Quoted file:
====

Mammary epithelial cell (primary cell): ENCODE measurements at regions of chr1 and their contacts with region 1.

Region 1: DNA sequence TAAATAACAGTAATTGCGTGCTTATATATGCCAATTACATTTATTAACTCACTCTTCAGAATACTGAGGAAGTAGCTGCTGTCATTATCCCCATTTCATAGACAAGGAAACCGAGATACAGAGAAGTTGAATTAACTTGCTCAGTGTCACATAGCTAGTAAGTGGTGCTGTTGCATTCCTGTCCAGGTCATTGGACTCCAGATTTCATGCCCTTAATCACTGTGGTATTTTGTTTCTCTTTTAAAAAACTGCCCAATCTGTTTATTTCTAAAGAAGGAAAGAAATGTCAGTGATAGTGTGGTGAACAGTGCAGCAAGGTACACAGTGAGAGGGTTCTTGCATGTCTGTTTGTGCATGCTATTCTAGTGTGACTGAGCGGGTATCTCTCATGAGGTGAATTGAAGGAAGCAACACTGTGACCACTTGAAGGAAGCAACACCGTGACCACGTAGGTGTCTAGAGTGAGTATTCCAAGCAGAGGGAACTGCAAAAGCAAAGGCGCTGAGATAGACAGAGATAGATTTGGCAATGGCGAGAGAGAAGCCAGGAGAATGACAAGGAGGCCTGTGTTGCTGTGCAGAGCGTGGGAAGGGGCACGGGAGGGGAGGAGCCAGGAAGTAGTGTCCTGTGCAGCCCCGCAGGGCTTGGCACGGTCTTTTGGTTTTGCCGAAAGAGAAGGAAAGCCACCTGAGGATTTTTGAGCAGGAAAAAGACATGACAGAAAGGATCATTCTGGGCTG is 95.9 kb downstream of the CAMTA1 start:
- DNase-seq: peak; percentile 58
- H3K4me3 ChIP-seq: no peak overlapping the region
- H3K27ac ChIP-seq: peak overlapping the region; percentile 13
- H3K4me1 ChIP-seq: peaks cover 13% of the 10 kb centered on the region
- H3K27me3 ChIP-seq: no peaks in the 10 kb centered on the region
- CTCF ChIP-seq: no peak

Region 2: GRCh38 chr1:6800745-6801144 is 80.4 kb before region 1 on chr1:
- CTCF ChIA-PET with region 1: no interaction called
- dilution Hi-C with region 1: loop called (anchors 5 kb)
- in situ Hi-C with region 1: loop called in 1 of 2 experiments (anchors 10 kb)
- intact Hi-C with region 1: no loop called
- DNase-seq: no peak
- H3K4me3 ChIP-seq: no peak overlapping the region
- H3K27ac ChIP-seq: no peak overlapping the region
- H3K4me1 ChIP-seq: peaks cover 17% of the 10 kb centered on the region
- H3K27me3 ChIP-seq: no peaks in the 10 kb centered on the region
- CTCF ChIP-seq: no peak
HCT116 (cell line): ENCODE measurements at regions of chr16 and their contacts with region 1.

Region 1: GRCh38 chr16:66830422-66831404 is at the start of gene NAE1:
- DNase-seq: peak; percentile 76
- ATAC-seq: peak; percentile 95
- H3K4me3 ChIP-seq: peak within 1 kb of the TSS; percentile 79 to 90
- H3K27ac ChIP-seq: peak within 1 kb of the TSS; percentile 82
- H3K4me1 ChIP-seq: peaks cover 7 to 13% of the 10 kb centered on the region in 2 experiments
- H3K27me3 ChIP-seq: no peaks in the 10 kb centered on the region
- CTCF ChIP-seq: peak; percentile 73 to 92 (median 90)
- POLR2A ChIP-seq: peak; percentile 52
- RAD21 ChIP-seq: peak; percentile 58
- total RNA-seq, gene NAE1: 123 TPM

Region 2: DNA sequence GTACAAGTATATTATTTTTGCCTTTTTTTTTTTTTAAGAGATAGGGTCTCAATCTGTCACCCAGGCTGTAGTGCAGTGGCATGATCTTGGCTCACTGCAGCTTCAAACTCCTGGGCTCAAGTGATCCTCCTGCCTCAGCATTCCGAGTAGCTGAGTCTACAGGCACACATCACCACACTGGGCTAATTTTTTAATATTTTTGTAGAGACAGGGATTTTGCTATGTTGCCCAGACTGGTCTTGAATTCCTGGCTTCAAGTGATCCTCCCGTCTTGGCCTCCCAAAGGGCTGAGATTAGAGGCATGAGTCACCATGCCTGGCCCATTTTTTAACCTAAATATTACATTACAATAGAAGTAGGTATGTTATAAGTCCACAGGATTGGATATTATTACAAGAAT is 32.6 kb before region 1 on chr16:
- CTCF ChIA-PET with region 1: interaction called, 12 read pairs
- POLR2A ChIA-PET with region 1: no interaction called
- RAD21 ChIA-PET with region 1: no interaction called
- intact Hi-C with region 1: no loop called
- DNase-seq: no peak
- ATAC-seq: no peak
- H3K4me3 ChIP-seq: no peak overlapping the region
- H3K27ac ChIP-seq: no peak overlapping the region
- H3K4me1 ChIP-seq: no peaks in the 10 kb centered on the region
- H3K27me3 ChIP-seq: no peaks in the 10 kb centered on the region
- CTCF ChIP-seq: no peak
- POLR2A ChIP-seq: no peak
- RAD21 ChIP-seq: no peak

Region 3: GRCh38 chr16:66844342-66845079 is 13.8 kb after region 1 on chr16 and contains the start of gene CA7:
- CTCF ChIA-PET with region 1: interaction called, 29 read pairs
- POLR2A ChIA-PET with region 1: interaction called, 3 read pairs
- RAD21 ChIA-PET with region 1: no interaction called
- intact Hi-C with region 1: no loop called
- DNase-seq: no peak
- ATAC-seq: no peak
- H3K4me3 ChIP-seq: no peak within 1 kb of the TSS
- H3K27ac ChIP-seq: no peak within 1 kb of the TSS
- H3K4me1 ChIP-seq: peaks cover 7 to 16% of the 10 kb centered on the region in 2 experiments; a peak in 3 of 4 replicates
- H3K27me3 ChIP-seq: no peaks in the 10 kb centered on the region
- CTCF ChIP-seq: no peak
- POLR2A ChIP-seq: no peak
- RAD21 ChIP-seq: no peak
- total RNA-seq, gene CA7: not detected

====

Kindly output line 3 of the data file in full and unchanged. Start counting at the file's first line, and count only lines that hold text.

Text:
- DNase-seq: peak; percentile 58